Jump to content
I Forge Iron

Side blown forge tuyere


Recommended Posts

These are pics of the tuyere for the side blown demo forge I am making for use with my bellows. The 1 inch sch 40 pipe is Stainless Steel, I got the idea from Bruce Wilcock's post in the old forum. I use a butterfly valve to control the air instead of making a whole bunch of little pumps on the bellows.





Link to comment
Share on other sites

Here is my information on the side blown. We at Threshers have a side blown with a fairly big set of bellows (4' double). The forge was actually built long time ago "just for looks" we think. Refractory (knifed in) pot lining over (probobly just) sand mortar mix pot. Some kinda pipe for the blast. NO cleanout on the bottom (and a solid brick forge with no real way to put one in without extreme surgery). Hence, the ash builds pretty quick and the blast pipe is level with the bottom. Clinkers stick to the refractory that is around the blast pipe (big time). This is with first class coal. I will definitely be interested in seeing how this evolves Junior. I can see as much use for the butterfly as I can a dual blower (Jim C) with power and crank. Many times all you need is a puff or 2 but you can also open it up and honk the blast to it if you wish. Are you going to build the pot ?

Link to comment
Share on other sites

Ten there won't be a pot as such, just a hollow in the middle of some clay, I think its called a ducks nest because it resembles the nest a duck makes. It will be fairly deep with the pipe entering a couple of inches off the bottom, I have never really seen one of these forges so it will be trial and error for the building process.


Link to comment
Share on other sites

yes the job looks right, the tube i use is a lot heavier more like hollow bar,

the forge is a pan about 1 ft deep and 3ft or so sq i make them 3 by 5 ft ,, the smallest would be 2 ft sq 1/ 8 plate will do

set the pipe about 3-4 ins down from the top of the sides ,8 ins spacer under the pipe welded to the pan bottom to hold it in place

place fire bricks on the pan bottom 3-4 ins thick no need to cover all the bottom if you havent the bricks 18 in sq under the pipe will do

then fill up with sand old foundry sand is the best but any sand that will ram up will do damp the sand and ram it in

make the nest as you spoke about leaving a covering over the bricks under the pipe and ram a bank with the pipe poking out 1 ins

the sand will come to the top of the forge at the sides

then lay a pice of plate from the edge sloping down on the sand at the side you work 6 in or so wide and 2-3 ft long to give somthing to slide your work peice down into the fire aim it to be ,mid way from the pipe and the forge pan top

so the job will be steered into the center of the fire

and thats it all sand ramed hard

1/2 a hour s work and your away the clinkers lift of

and if you want to go down the purist uk

throw broken fire bricks or soap stone 3 ins deep shovell sand in
then dig a turf with short grass on turn it over and make the harth bed with that and cover with soil make the nest and away you go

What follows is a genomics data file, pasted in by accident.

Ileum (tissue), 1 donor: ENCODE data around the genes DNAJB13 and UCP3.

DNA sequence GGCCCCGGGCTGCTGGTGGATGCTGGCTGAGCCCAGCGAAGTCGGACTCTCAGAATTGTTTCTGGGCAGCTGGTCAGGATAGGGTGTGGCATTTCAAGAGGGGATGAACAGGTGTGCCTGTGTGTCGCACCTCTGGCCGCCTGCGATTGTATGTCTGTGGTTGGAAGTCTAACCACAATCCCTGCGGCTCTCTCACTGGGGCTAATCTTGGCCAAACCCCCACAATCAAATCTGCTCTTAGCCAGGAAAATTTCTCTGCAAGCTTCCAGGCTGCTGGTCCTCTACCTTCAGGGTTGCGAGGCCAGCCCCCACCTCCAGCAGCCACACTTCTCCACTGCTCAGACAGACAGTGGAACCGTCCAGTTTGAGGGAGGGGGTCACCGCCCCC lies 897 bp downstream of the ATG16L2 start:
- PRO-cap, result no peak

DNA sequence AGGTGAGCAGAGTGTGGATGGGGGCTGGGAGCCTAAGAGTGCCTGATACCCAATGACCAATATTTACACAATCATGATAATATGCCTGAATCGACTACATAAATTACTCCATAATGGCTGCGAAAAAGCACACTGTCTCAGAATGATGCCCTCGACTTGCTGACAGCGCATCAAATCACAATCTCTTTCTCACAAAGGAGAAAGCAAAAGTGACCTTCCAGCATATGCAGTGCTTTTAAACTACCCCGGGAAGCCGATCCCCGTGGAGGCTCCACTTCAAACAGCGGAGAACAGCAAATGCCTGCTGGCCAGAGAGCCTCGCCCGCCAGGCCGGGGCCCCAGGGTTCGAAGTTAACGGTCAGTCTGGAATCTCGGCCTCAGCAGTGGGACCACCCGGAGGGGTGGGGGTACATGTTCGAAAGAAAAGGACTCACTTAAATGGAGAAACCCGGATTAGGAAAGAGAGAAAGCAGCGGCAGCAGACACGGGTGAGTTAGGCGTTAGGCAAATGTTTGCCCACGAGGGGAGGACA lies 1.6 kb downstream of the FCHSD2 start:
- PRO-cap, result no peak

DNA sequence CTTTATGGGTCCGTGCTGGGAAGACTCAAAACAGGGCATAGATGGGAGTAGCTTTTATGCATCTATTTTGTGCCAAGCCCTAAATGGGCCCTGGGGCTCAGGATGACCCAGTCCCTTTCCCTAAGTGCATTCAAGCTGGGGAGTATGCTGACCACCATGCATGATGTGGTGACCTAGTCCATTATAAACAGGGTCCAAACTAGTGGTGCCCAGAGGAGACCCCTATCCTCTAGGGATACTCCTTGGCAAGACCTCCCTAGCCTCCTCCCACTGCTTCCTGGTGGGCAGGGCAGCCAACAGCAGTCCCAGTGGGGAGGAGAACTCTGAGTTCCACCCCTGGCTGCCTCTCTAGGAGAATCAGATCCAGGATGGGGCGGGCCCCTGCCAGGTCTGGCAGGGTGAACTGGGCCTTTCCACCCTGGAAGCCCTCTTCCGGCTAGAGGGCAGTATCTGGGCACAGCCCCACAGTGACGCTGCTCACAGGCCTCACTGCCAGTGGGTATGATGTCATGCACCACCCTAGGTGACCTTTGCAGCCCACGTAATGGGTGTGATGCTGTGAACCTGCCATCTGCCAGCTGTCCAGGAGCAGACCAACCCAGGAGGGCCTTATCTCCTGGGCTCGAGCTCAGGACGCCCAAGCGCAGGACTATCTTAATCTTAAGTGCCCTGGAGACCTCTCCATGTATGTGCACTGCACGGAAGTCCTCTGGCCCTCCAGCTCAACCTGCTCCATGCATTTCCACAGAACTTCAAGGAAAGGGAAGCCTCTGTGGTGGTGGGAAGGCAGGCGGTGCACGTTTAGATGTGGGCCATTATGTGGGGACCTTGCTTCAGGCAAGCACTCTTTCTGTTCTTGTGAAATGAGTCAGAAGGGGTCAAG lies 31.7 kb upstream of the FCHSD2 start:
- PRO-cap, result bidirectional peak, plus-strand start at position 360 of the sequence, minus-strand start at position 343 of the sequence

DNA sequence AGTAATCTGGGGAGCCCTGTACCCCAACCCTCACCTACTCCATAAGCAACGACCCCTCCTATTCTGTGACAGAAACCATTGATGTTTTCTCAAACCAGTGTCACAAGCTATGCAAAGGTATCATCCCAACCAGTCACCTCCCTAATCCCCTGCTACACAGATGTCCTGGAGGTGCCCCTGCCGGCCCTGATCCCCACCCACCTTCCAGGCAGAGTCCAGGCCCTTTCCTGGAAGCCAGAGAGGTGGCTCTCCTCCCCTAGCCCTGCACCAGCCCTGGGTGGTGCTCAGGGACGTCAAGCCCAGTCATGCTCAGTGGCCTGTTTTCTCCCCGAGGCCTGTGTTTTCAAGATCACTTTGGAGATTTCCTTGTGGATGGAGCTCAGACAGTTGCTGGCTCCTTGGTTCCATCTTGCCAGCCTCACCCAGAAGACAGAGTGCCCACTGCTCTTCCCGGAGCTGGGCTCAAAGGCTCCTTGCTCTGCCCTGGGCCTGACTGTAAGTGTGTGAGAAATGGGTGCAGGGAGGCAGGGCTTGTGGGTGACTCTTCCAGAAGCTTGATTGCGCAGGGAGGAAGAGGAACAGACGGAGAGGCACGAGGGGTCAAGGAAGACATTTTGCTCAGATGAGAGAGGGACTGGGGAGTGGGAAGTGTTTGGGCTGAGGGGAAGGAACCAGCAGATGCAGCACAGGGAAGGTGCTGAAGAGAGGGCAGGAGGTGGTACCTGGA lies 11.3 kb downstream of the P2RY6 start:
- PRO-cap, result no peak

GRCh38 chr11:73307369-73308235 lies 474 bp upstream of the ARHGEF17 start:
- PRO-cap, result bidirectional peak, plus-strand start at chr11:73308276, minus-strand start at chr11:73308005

suprising the number of worms and so in a sq yard of sod

but it works well

this has definetly taken longer to type than do and proberly made a pair of shoes in the fire as well

Link to comment
Share on other sites

Thank You Bruce, this will be for occassional use only doing small work, I have heard a lot about side blown forges so decided to try it. I plan on using ordinary bank clay mixed with sand to make the ducks nest out of with some hail screen in there somewhere to act as reinforcing wire to hold it together, my whole forge will be portable so the whole thing will not be over 2 ft square at the most setting on a seperate folding leg setup. I was going to set the pipe 2 inches off the bottom of the nest but will go with your recommendation of 4 inches.
Again thanks for the insight into this.


Link to comment
Share on other sites

  • 1 month later...

I might suggest that teh air pipe be closer to the floor of the hearth than a few inches. The side blown forge we have at Ft Vancouver has the pipe almost on the floor. Then the ducks nest starts about 2 inches from the tip and goes down as you said. Then the back wall of the nest actually is higher than the pipe. acting as a sort of back drop.

Also we have a water cooled nozzel. Made from 4 inch outer pipe with a 1 inch inner. Has been used pretty good for about 6 years and there is no degradation so far.

Link to comment
Share on other sites

  • 3 years later...

We've got a side draft, and to be honest I'm not much of a fan. Ours isn't designed very well though, it's just got a three inch pipe leading in that got burnt back within a week, and a flat square firepot, also with no clear-out mechanism. Because the air comes in from the side, the hotspot is fairly irregular, and only symmetrical when viewed from the front of the forge, rather than the side where I work. It may be that I don't know much about fire-tending though, which is definitely possible, and the pipe issues probably contribute heavily to the main problems. We're also burning charcoal rather than stone coal, so YMMV.

Link to comment
Share on other sites

Join the conversation

You can post now and register later. If you have an account, sign in now to post with your account.

Reply to this topic...

×   Pasted as rich text.   Paste as plain text instead

  Only 75 emoji are allowed.

×   Your link has been automatically embedded.   Display as a link instead

×   Your previous content has been restored.   Clear editor

×   You cannot paste images directly. Upload or insert images from URL.

  • Create New...